Curt Stone
Stone in 1949
Personal information
Full nameCurtis Charles Stone
Born(1922-11-19)November 19, 1922
Brooklyn, Pennsylvania, U.S.
DiedJuly 30, 2021(2021-07-30) (aged 98)
Kent, Ohio, U.S.
Height175 cm (5 ft 9 in)
Weight61 kg (134 lb)
Event(s)1500–10,000 m, steeplechase
ClubNew York Athletic Club
Achievements and titles
Personal best(s)1500 m – 3:55.2 (1950)
5000 m – 14:27.0 (1952)
10,000 m – 30:33.4 (1952)
3000 mS – 9:08.6 (1950)[1][2]
Medal record
Men's athletics
Representing the  United States
Pan American Games
Gold medal – first place 1951 Buenos Aires 10,000 metres
Gold medal – first place 1951 Buenos Aires Steeplechase

Curtis Charles "Curt" Stone (November 19, 1922 – July 30, 2021) was an American long-distance runner. He competed in the 5000 m at the 1948, 1952 and 1956 Olympics with the best result of sixth place in 1948. He also competed in the 10000 m at the 1952 Olympics.


During World War II, beginning in 1943, Stone served in Europe with the 95th Air Base Wing, a unit of the U.S. Army Air Forces that was based at RAF Horham in England, working for one and a half years as a finance clerk.[3]

During the 3,000 m steeplechase at the 1951 Pan American Games, Stone was easily ahead but slowed on the final straightaway to allow teammate Browning Ross to catch up. The two crossed the finish line hand in hand forcing a tie for first place. Argentine officials debated whether to disqualify the pair for helping each other, but ultimately let the results stand, ranking Stone as first after a close examination of the finish photograph.[4][5] At those Games, Stone also won the 10,000 m and placed fourth in the 1500 m final.[1]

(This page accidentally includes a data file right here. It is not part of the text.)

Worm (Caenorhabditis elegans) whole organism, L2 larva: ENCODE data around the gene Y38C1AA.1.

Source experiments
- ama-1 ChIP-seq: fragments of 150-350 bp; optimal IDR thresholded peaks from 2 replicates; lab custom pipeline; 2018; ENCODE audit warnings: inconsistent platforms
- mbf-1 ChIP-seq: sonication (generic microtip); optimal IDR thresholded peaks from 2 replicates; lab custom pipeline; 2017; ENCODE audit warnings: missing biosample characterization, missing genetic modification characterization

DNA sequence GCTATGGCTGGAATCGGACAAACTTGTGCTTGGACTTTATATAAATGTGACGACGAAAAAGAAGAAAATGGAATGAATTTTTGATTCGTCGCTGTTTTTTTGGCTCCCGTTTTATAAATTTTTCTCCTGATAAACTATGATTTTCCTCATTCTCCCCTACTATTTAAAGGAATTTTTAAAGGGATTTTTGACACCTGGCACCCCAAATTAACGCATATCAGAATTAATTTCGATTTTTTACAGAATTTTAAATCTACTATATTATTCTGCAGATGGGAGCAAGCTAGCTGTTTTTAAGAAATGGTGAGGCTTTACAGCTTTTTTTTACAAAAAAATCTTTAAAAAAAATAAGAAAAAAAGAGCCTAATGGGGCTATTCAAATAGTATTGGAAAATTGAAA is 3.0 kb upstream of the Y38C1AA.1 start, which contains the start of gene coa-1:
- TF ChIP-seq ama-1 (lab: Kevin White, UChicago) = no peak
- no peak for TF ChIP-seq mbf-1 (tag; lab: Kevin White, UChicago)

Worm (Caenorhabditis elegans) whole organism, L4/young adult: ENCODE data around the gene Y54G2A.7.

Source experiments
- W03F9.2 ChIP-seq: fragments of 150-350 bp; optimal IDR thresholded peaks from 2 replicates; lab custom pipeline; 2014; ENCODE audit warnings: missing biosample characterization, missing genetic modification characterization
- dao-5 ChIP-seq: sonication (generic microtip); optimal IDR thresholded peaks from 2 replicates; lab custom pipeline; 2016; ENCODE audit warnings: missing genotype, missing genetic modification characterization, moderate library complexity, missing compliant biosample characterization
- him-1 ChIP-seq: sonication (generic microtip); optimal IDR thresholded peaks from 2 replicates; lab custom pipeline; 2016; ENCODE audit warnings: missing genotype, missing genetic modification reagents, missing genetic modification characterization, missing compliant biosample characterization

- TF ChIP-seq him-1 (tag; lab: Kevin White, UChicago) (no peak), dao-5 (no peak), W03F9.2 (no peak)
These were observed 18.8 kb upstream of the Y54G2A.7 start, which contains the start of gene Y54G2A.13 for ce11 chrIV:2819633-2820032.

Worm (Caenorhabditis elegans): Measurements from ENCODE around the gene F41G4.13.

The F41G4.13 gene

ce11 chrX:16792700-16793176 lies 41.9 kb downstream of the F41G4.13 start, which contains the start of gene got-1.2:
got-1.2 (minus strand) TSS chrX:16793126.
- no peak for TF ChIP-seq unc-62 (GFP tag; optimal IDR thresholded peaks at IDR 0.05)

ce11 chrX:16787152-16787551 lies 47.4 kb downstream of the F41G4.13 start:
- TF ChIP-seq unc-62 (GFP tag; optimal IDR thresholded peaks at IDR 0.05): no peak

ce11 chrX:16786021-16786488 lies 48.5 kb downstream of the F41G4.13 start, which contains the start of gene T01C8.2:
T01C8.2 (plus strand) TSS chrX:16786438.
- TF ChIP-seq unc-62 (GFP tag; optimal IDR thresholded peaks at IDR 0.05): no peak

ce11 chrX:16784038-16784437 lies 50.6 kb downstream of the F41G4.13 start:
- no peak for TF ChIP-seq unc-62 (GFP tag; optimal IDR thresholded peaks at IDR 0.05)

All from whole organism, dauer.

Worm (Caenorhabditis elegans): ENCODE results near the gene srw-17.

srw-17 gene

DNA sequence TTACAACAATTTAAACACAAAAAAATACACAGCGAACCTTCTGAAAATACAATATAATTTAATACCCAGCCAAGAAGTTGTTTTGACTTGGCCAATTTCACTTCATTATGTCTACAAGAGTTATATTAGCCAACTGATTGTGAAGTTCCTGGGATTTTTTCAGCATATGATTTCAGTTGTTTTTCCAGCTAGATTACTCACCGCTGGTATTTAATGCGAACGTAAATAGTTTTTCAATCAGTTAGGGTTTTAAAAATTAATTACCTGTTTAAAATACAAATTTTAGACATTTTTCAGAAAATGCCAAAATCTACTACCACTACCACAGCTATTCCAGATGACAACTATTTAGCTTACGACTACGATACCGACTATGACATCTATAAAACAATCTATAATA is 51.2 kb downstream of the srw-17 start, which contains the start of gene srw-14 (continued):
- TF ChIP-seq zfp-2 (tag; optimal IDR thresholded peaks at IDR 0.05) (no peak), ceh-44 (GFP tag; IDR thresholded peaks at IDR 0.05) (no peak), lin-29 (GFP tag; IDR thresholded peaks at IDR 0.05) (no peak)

Stone won 13 AAU titles, including four in the 6-miles/10,000 m in 1951–54 and three in the 5000 m in 1947–48 and 1952. During World War II he served in the 95th Air Base Wing near Horham, England. He then graduated from the Pennsylvania State University in 1947, defended a PhD in education there in 1963, and became a professor at Kent State University.[1] As of 2021, he was retired and living in Brooklyn Township, Susquehanna County, eastern Pennsylvania.[6]

Stone died on July 30, 2021, at The KentRidge Senior Living in Kent, Ohio, at the age of 98.[7]

See also


  1. ^ a b c Evans, Hilary; Gjerde, Arild; Heijmans, Jeroen; Mallon, Bill; et al. "Curt Stone". Olympics at Sports Reference LLC. Archived from the original on April 18, 2020.
  2. ^ Curtis Stone.
  3. ^ "Olympian, World War II Vet, Penn State Alum Honored". October 22, 2019.
  4. ^ Die Zeit (December 1951) Olympisches Feuer per Flugzeug.
  5. ^ RRCA Hall of Fame Inductees 1970 – 1979.
  6. ^ "Curtis Stone, Susquehanna County's three time Olympian". July 28, 2021.
  7. ^ Curtis Stone obituary